Raw Skin Care: Here to Stay or Fad?

The raw food craze has been around for a while, and I’ve noticed lately that the trend is moving into skin care. Ever curious, I did a little poking around. Here are my thoughts:

If you’re familiar with eating raw, you’ll know that there is a focus on eating uncooked, unprocessed and primarily organic foods as a large part of one’s diet. Depending on one’s food preferences, the diet may include raw fruits, vegetables, nuts, seeds, eggs, fish (like sashimi), meat (carpaccio), and raw dairy products. Proponents of the diet claim that eating foods in their natural state leaves enzymes and nutrients intact, are more easily absorbed and less harmful to the body. Critics maintain that when enzymes and other food proteins are subjected to the digestive system they are rendered inactive in any case.

It’s not surprising that skin care might follow the food movement. Beyond just consuming whole foods that might benefit skin or applying avocadoes and honey to skin, a few companies are now marketing raw food skin care. Is it something worth considering?

First, it’s important to keep in mind that ‘raw food’ is simply a descriptive term. It is not at all regulated in any way and is a catchy phrase to market products, leaving marketers to interpret the term however they like. The raw food skin care lines I reviewed contained products with lots of botanicals (plant based ingredients) including:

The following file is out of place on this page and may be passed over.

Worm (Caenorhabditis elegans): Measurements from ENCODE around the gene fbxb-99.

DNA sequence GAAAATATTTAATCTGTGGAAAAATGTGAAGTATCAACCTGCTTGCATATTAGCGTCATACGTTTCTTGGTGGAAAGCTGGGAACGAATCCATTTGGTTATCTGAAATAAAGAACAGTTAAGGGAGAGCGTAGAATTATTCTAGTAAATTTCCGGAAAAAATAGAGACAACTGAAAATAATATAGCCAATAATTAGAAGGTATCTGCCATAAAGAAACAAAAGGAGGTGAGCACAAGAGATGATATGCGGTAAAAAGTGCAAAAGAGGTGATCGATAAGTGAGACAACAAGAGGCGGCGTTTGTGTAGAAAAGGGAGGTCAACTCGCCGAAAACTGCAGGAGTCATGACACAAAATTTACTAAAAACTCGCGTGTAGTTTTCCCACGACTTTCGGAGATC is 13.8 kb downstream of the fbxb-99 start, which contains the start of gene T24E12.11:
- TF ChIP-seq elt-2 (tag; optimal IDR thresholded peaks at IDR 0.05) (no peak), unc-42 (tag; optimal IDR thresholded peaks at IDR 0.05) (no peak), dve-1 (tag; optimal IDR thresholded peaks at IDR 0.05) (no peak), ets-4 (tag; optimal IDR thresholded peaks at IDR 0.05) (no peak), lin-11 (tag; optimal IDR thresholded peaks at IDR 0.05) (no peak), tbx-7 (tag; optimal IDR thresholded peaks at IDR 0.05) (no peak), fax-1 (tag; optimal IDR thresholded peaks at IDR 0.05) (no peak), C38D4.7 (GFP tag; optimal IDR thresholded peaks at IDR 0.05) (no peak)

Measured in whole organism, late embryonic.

Plant oils, which provide hydration and may deliver antioxidants or other skin beneficial ingredients
Plant extracts, which can help to calm skin, deliver antioxidants or other skin beneficial ingredients
Honey, with humectant (hydrating), antioxidant and antimicrobial properties
Muds, which can help to either hydrate skin or unclog pores
Essential oils, which often smell very nice, but can be highly irritating to skin 

For the most part, raw skin care treatments aren’t harmful to skin. They will moisturize, deliver antioxidant protection, help remove your make-up and possibly exfoliate your skin. However, because they don’t contain many ‘active’ ingredients such as vitamins c and e, retinoids or sunscreens, they probably won’t be able to help with wrinkles, fine lines, sun protection, hyperpigmentation or other skin concerns you may have.

As important as active ingredients are in a skin care preparation, preservatives are equally important. While it’s easy to understand why many of us may opt for a raw food skin care line, if this appeals to you, ensure that it’s preserved well. Products without preservatives can easily become contaminated with bacteria and other nasty substances that can be harmful to skin. 

Only you can make the decision as to whether raw food skin care is right for you. Tread carefully, looking for products that contain real (vs hyped) benefits and a good preservation system. Your skin will thank you.